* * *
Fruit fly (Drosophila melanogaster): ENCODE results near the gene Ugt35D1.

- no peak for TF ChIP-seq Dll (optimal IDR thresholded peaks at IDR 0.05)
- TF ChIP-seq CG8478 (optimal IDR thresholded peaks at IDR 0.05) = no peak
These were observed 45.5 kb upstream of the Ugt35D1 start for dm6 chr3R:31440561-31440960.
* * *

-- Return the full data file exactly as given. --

Fruit fly (Drosophila melanogaster): ENCODE results near the gene Ugt35D1.

- no peak for TF ChIP-seq Dll (optimal IDR thresholded peaks at IDR 0.05)
- TF ChIP-seq CG8478 (optimal IDR thresholded peaks at IDR 0.05) = no peak
These were observed 45.5 kb upstream of the Ugt35D1 start for dm6 chr3R:31440561-31440960.